Jo Turner is an Associate Professor of Criminology at Staffordshire University, UK. Her research interests centre on the criminal justice system both contemporarily and in the past. In particular, Jo is interested in how women encounter and are treated by the criminal justice system, specifically at summary level. Her key publications include ‘A shocking state of domestic unhappiness: male victims of female violence and the courts in late nineteenth century Stafford’, Societies (2019) and ‘The "vanishing" female perpetrator of common assault’, in M. van der Heijden, M. Pluskota and S. Muurling (eds), Women’s Criminality: Patterns and Variations in Europe, 1600–1914 (CUP, 2020). Jo was also the lead editor of A Companion to the History of Crime and Criminal Justice, published in 2017.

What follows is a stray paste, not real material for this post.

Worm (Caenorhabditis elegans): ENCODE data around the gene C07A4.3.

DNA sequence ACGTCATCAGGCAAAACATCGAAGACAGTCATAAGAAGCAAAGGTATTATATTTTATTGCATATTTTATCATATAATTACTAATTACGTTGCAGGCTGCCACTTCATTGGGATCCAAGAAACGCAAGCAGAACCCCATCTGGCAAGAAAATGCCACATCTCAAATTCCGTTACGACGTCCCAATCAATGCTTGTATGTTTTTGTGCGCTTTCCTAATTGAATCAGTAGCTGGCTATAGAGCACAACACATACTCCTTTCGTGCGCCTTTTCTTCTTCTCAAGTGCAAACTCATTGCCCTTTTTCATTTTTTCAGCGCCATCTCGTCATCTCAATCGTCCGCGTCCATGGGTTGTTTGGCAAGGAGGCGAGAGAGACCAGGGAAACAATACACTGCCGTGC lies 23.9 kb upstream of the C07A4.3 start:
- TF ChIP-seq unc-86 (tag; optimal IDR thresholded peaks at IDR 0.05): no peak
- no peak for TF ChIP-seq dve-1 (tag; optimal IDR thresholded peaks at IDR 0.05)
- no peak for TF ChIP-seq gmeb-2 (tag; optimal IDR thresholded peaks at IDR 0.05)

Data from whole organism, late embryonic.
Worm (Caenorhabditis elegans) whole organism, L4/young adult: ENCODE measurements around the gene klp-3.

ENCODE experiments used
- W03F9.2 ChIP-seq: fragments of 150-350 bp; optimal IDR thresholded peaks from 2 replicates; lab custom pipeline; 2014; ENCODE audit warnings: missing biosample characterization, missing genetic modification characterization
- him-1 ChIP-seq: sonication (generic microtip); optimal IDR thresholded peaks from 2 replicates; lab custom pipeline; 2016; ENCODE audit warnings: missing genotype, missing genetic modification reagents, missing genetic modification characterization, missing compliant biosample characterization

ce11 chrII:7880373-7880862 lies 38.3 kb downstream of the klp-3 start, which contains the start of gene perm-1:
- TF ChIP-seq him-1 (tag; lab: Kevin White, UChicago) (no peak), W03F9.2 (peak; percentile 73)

Helen Johnston is Professor of Criminology at the University of Hull, UK, and has undertaken extensive research on imprisonment, licensing/early release mechanisms, and criminal justice institutions. Her research interests include how people have experienced criminal justice institutions, either as suspects and offenders or as employees; and crime heritage and the preservation, presentation, and dissemination of crime heritage in museums, archives, and heritage sites. She has been principal investigator and co-investigator on a range of funded research projects supported by the Arts and Humanities Research Council, the Economic and Social Research Council, the British Academy, and the Leverhulme Trust. Her most recent book is Penal Servitude: Convicts and Long-Term Imprisonment, 1853–1948 (2022), co-authored with Barry Godfrey and David J. Cox.